The opinion of the court was delivered by: CARTER
The amended complaint alleges in substance that defendants violated § 10(b) of the Securities Exchange Act of 1934, 15 U.S.C. § 78j(b), and § 17(a) of the Securities Act of 1933, 15 U.S.C. § 77q(a), in connection with the purchase by plaintiffs and sale by certain defendants of general and limited partnership interests in F. I. duPont, Glore Forgan & Co. Common law claims based on pendent jurisdiction are also asserted. In May, 1974, plaintiffs entered into a settlement with all defendants except the New York Stock Exchange, Inc. ("Exchange") and Haskins and Sells, an accounting firm. The Exchange and Haskins and Sells now move for summary judgment dismissing the federal securities laws claims of plaintiffs Paul L. Kohns and Marshall S. Mundheim, primarily on the ground that the general partnership interests purchased by them
were not "securities," as defined in § 3(a)(10) of the Exchange Act, 15 U.S.C. § 78c(a)(10), and § 2(1) of the Securities Act, 15 U.S.C. § 77b(1). No motion is made with respect to plaintiff Howard C. Hirsch, who received only limited partnership interests.
The amended complaint alleges that prior to July, 1970, plaintiffs were general partners of Hirsch & Co., a brokerage firm; that on or about July 2, 1970, pursuant to written agreement, Hirsch & Co. was liquidated and its assets were transferred to defendant Francis I. duPont & Co. ("duPont") and then to defendant F. I. duPont, Glore Forgan & Co. ("duPont Glore"), a successor partnership to duPont; and that as part of the transaction, duPont and duPont Glore "offered for sale and sold to * * * the plaintiffs herein certain securities consisting of general and limited partnership capital units of F. I. duPont, Glore Forgan & Co." It is further alleged that in connection with this transaction, all defendants knowingly made untrue statements and omitted to state material facts concerning duPont's compliance with Exchange capital requirements, its net worth and sources of capital, and its "back office" difficulties and problems with customers' accounts. It is alleged that the Exchange and Haskins and Sells, who were auditors to both Hirsch & Co. and duPont, failed to disclose these matters; that the Exchange expressly approved and encouraged the transaction; and that as a result, plaintiffs purchased the partnership interests for more than they were worth and sustained damages.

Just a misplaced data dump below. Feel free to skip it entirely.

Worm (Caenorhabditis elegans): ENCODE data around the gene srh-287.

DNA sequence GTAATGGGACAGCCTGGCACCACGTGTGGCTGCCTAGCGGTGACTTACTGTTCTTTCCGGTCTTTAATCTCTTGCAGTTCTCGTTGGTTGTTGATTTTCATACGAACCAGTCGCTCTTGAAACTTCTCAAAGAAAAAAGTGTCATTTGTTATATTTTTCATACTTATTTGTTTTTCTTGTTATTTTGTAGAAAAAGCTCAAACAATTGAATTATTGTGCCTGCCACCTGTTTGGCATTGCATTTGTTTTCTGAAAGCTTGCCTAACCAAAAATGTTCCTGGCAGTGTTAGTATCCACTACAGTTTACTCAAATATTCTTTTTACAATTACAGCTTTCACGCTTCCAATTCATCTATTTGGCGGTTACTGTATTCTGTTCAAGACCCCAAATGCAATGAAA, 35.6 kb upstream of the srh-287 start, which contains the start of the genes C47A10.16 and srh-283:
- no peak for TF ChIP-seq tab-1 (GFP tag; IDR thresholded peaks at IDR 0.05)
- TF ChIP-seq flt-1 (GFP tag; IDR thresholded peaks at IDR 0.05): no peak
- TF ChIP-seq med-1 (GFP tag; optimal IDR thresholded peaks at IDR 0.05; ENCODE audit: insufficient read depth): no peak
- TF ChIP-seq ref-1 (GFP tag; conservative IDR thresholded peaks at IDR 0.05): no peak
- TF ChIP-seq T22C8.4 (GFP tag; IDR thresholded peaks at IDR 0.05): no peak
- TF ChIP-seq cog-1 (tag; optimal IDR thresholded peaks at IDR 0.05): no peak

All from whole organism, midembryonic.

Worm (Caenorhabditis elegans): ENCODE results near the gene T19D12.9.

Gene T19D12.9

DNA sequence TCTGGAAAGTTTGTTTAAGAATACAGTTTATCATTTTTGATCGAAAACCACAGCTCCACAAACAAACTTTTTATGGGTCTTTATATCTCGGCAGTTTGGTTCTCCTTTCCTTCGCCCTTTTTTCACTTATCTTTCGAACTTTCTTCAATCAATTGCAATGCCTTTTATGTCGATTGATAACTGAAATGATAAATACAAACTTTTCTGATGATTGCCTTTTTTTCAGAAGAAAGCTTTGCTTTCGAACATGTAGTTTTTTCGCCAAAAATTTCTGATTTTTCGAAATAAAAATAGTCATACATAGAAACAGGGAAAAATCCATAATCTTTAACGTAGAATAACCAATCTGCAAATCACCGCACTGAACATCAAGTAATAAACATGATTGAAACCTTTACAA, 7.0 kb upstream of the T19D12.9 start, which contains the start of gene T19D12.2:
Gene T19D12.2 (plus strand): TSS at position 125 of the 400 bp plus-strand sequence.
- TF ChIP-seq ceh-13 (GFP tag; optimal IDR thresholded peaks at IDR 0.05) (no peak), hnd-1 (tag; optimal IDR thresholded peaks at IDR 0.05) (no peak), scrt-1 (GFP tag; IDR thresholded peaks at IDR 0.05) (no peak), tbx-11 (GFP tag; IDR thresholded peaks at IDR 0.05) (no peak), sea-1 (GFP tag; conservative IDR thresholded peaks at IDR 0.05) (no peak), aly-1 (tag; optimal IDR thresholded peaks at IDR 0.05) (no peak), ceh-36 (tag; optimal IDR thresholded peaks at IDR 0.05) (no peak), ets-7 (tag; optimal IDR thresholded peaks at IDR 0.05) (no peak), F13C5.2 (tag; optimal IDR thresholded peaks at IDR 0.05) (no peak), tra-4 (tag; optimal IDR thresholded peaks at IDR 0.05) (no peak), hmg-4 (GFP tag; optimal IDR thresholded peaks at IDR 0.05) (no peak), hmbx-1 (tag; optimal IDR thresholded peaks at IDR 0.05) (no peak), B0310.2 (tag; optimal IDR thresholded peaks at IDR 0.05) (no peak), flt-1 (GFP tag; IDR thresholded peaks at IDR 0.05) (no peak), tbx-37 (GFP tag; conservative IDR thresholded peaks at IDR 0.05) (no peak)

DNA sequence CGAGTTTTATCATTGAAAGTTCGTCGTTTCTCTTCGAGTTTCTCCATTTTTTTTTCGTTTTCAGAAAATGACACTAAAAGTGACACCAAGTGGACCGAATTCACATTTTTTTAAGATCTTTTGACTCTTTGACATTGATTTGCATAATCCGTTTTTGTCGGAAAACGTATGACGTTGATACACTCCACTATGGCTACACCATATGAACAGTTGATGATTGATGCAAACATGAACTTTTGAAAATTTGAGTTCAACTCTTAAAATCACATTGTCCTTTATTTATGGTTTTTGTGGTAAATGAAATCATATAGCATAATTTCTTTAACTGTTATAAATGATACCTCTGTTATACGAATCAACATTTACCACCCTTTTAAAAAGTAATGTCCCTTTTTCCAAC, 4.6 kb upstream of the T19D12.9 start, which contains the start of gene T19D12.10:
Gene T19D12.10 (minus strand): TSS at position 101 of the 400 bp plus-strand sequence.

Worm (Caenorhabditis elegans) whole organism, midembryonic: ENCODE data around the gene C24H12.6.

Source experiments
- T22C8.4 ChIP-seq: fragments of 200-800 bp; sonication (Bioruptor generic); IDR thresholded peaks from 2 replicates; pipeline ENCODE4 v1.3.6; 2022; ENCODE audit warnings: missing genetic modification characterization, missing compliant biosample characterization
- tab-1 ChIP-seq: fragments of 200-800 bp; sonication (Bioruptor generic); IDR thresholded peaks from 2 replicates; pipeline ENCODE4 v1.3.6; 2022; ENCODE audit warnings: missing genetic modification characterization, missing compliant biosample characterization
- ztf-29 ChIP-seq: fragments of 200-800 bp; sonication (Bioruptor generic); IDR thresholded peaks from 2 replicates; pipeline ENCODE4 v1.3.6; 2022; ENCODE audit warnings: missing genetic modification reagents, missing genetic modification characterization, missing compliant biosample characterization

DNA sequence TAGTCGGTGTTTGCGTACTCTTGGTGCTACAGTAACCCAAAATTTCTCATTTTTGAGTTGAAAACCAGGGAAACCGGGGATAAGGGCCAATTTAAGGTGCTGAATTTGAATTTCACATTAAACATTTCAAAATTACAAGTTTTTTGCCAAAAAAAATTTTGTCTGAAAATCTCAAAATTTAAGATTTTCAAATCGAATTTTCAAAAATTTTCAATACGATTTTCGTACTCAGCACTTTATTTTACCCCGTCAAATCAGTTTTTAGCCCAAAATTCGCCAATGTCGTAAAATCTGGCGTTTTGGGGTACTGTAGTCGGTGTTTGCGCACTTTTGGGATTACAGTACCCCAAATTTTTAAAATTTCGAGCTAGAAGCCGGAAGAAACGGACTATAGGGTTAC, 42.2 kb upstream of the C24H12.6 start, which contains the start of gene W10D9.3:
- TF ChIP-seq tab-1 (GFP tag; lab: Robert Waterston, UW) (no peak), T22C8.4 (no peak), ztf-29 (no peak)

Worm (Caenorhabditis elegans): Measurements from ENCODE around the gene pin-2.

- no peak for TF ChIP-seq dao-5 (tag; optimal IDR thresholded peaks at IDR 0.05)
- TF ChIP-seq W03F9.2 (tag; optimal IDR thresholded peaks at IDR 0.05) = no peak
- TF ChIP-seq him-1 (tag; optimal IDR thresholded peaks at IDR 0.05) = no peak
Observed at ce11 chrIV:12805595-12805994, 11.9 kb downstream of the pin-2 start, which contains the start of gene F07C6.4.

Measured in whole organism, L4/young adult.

On this motion for summary judgment, the following background facts are undisputed. Since the early 1940's, plaintiff Kohns had been the managing general partner at Hirsch & Co., and by 1965, he had become in practical fact, the chief operating officer, with responsibility for all aspects of Hirsch & Co.'s business. Mundheim assisted Kohns in these duties, in addition to having "direct responsibility" for the firm's foreign and commodity business, while plaintiff Howard C. Hirsch, as senior partner, had assumed a less active role as "counselor" to Hirsch & Co. (Kohns Tr. 6-8; Mundheim Tr. 9, 11-13).
The general partners of Hirsch & Co. decided upon the "merger" with duPont and Glore Forgan, Staats, Inc. ("Glore"), the third firm involved in the merger, because they believed that a medium-sized firm such as Hirsch & Co. could not survive in Wall Street. (Mundheim Tr. 45; Kohns Tr. 41-42). Glore would contribute its strong underwriting department to the new firm (Kohns Tr. 99), while Hirsch & Co. would bring in its substantial European business. (Kohns Tr. 128). Hirsch and Mundheim also viewed the merger as a means of reducing their activities or retiring while perpetuating the business of Hirsch & Co. (Hirsch Tr. 49; Mundheim Tr. 47-48; Kohns Tr. 43). For this reason, Mundheim testified, he preserved an option under the agreement with the new firm to withdraw his capital and retire after six months. (Mundheim Tr. 212, 290). Kohns felt quite differently, wishing to remain active in the new firm and "die with his boots on." (Kohns Tr. 43).
On July 2, 1970, the Hirsch & Co. partners entered into an agreement with duPont ("the Agreement"), and Articles of Limited Partnership ("Articles") of the new partnership, duPont Glore, were adopted. Under the Agreement, duPont purchased certain of the assets and assumed certain of the liabilities of Hirsch & Co. (Agreement, p. 1). In payment for the assets, duPont credited certain Hirsch & Co. assets to the accounts of the former Hirsch partners who became general, limited or "special"
partners of duPont and then of duPont Glore, as their respective capital contributions to duPont and duPont Glore.
(Agreement § 5(a)). On the closing date, Kohns and Mundheim were admitted as general partners of duPont and duPont Glore. (Agreement § 6). In the course of these transactions, the plaintiffs' accounts in duPont Glore were credited with the following amounts:
General Partnership Limited Partnership
Kohns $307,000 $593,000
Mundheim $307,000 $593,000
Kohns and Mundheim's general partnership interests represented 35 and 33 "voting units" respectively, out of a total of 1,365 voting units.
The new firm had 74 general partners and several limited partners, assets of $400 million and total capital funds of $60 million. (Camhy Affidavit, para. 2).
In September, 1970, two months after its formation, the new firm was not in compliance with Exchange capital requirements. As a result of the Exchange's demands, new reserves had to be created, reducing the firm's net worth by $15 million. (Camhy Affidavit, para. 3). Despite a contribution of capital from a group including H. Ross Perot, the financial condition of duPont Glore continued to deteriorate, and in December, 1970, Kohns and Mundheim were told that if they attempted to withdraw their capital the firm would be unable to pay it. Accordingly, Mundheim and Kohns became subordinated lenders of duPont Glore on December 14, 1970, and December 31, 1970, respectively. (Mundheim Tr. 364; Kohns Tr. 4).